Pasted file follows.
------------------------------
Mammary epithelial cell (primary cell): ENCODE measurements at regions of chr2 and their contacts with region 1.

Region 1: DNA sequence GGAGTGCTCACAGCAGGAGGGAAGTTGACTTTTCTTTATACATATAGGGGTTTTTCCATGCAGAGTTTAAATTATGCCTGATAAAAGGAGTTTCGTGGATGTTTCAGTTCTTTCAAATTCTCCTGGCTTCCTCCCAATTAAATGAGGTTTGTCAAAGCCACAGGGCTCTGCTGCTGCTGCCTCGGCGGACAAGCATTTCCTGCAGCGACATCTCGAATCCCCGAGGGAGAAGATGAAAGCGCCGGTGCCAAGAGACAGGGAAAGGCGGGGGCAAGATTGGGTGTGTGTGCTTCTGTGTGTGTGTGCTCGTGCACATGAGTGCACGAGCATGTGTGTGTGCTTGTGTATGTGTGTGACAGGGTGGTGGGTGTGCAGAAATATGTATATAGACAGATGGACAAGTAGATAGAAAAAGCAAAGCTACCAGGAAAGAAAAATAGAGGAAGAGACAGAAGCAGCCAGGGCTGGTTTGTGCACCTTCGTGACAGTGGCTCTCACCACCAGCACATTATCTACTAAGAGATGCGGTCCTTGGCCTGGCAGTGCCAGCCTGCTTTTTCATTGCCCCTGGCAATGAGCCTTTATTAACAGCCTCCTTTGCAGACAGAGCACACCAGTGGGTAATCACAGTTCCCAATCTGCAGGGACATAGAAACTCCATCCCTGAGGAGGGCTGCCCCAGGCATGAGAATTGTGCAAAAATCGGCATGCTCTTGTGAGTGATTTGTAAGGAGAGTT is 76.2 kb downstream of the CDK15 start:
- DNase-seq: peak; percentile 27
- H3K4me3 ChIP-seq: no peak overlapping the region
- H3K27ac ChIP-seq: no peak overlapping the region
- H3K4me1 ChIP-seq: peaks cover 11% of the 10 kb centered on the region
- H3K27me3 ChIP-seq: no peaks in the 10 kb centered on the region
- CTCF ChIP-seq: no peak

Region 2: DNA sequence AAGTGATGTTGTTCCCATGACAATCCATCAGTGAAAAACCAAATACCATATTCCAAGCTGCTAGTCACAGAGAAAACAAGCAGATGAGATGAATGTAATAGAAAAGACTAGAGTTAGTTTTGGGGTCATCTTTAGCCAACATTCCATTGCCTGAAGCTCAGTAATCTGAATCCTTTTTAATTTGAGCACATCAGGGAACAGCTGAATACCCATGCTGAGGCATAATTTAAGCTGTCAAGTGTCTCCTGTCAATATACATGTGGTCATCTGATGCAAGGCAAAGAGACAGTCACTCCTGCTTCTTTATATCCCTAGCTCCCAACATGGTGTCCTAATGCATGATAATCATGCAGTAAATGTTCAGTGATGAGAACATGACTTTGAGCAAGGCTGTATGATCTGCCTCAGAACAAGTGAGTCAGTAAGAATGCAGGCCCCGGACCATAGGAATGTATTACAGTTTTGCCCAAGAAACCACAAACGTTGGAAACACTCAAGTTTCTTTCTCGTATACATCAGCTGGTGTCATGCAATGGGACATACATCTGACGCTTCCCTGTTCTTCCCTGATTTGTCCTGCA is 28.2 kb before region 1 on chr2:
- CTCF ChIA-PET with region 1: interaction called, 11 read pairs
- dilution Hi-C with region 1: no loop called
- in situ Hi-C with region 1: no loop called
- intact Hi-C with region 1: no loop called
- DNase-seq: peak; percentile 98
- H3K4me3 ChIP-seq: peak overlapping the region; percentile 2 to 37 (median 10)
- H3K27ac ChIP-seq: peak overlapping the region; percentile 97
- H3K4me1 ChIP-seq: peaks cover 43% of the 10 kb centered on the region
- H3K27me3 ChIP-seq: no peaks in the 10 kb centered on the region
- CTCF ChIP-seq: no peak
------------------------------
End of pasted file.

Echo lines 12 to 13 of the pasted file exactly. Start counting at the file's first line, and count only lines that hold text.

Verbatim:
- in situ Hi-C with region 1: no loop called
- intact Hi-C with region 1: no loop called